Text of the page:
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My Dachshund is eating my leather sofa..help
Asked Dec 26, 2005, 03:41 PM
I don't know what to do...he has eaten a whole in the leather couch and ripped out the seam in a cushion.
I've tried cleaning it, but he did more damage. Can anyone help?
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Dec 26, 2005, 03:58 PM
Damaged possessions are the fault of whoever was watching the puppy. When you are watching it, immediately correct it as soon as it goes for anything except its own toys. In a quiet, but firm voice ''Bad dog, its name drop!''. Gently remove what ever and replace it with one of his toys, or if older, hold eye contact until the puppy drops it.
A mousetrap is very effective in making a dog leave something alone. Most
Dogs will stay away from anywhere they were surprised by a snap. The best
Part is that it is not you that is correcting the dog. It works whether you
Are around or not. The mousetrap is very patient and is always on task as
Long as you reset it. Some people have good luck with Bitter Apple spray from the pet store.
Better than mousetraps when you aren't around is the crate. Other dogs may
Not be as bad as the young Labs I am plagued with. Still your house and dog
Will be much safer with the dog in a crate when you are away. The dog may be
Happier in its den than loose in the house. It relaxes, it feels safe in its
Den. It rests, the body slows down reducing the need for water and relieving
Its self. Dogs that have been crated all along do very well. Many of them
Will rest in their crates even when the door is open. I think the plastic
Ones give the dog more of a safe, enclosed den feeling. They are harder for
Dogs to open too. Metal ones can be put in a corner or covered with
Something the dog can't pull in and chew. Select
A crate just big enough for the full grown dog to stretch out in.
Leave it some toys. Perhaps a Kong filled with peanut butter. Don't leave
Anything in the crate the dog might chew up. It will do fine without even any
Bedding. You will come home to a safe dog and a house you can enjoy.
A dog that has not been crated since it was little, make take some work.
Start out just putting its toys and treats in the crate. Praise it for going
In. If you have been able to trust it with any bedding, put that in the crate.
Feed it in the crate. This is also an easy way to maintain order at feeding
Time for more than one dog.
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Dec 26, 2005, 04:15 PM
Don't worry, he can't eat that much of it, dachshunds are not that big.
Ok seriously are you wanting to keep the dog into another part of the hosue? If so the people who make the underground fence have a product to use in the house to keep them in certain rooms.
I have not tried it, but they make a "spray" at the pet store that is supose to keep doggies (or kitty) off sofa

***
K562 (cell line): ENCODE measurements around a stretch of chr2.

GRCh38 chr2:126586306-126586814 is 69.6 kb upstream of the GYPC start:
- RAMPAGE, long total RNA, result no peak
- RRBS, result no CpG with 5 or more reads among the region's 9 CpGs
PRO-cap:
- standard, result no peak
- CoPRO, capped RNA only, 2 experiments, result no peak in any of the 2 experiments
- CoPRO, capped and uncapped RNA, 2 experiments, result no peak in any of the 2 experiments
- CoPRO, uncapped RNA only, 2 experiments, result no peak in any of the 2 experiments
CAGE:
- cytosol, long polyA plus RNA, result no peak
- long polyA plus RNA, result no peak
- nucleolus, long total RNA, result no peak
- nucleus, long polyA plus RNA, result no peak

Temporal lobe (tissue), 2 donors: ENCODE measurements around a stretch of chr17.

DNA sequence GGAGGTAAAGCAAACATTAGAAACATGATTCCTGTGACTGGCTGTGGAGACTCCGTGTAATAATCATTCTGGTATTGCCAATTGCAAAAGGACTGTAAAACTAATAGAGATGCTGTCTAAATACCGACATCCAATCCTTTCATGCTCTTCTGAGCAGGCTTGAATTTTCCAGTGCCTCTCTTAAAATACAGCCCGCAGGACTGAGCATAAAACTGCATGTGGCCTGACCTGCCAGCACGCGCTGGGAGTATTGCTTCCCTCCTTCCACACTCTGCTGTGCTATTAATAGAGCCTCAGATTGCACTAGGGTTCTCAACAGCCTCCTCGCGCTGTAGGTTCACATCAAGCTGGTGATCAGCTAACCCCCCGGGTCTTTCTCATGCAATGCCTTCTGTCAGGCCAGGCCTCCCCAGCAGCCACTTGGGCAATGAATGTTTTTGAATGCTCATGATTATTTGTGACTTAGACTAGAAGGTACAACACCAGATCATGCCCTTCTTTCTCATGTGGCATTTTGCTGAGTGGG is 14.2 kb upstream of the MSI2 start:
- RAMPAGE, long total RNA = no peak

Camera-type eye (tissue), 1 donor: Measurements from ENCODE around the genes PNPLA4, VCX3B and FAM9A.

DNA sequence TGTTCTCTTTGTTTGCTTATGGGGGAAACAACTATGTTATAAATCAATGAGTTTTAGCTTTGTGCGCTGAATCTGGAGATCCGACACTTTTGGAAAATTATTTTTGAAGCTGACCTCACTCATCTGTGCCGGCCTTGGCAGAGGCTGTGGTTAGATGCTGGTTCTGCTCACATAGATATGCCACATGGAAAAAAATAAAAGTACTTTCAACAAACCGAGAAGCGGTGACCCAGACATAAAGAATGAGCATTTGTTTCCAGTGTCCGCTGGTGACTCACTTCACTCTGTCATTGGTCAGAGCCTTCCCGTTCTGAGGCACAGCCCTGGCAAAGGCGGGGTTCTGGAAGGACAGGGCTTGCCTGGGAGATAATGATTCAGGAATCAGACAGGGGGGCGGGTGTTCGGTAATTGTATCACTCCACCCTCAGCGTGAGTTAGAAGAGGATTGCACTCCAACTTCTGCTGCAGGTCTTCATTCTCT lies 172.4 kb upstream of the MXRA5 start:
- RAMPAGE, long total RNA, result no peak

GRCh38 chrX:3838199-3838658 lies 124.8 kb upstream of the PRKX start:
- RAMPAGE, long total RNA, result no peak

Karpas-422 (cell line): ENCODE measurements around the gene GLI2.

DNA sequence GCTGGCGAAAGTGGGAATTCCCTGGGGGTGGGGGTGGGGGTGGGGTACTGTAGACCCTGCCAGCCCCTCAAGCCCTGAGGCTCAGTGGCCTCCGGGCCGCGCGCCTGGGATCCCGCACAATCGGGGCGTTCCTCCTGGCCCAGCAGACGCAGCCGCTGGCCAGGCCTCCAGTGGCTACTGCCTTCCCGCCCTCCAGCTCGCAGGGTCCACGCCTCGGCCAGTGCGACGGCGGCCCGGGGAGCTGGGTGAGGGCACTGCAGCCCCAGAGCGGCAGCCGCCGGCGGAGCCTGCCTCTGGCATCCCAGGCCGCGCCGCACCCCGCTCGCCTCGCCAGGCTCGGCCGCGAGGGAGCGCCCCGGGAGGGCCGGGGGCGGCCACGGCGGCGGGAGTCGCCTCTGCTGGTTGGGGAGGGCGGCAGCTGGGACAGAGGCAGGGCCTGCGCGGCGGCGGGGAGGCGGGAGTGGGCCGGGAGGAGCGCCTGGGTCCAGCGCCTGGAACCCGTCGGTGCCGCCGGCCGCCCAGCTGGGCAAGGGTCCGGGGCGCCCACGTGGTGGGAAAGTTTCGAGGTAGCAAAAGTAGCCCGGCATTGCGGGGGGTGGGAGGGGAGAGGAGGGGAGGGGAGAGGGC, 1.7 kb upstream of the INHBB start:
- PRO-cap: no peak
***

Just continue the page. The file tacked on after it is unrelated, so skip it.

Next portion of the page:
And of course taking the dog to a professional obenience class is never a good idea.
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Dec 27, 2005, 03:46 PM
Eating My Couch
First, I'd like to say thank you both for your advise. Labman there is a book by Simon & Schuster that gives buyers facts before purchasing breeds maybe you should look into it before you purchased your labs....sorry to hear that you are plagued with your labs.
I enjoyed my lab, rest his soul.
My dogs are always crated when not around and when I am. The oldest one is always a nervous wreck for some reason, while the younger one lays down to rest when needed. I guess I can never turn my back on them or leave the room again....
Fr. Chuck thanks that is a great suggestion for the room barrier. Currently we are using lawn chairs and baby gates to keep them out of certain rooms. I am a mother of a very energetic almost 4 year old, so I am use to treating my dogs like children as well, cause they are all my babies
. Thanks again to both of you.
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Dec 27, 2005, 05:17 PM
I have the S&S book. It says nothing about young Labs tending to shred everything they get a hold of. Dogs don't read breed descriptions and many times turn out far different than expected. I see many littermates grow up, and often they have very different personalities.
The book doesn't say much about Dachshunds chewing either. I think it is a common problem with younger dogs, some breeds being more likely to be a problem than others. It often gets much better with time. If you correct him enough times, he may quit. The S&S book does say they are tenacious.
A good obedience program might add to the effetiveness of your corrections. A good obedience class or book is about you being top dog, not about rewarding standard commands with a treat. Start at http://www.dogsbestfriend.com/
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Dec 29, 2005, 09:09 AM
Thank again for the information. I grew up with mostly poodles and every one had a different habit (some good, some not so good), but we loved every one. I will try the web site you suggested as soon as I get a spare minute
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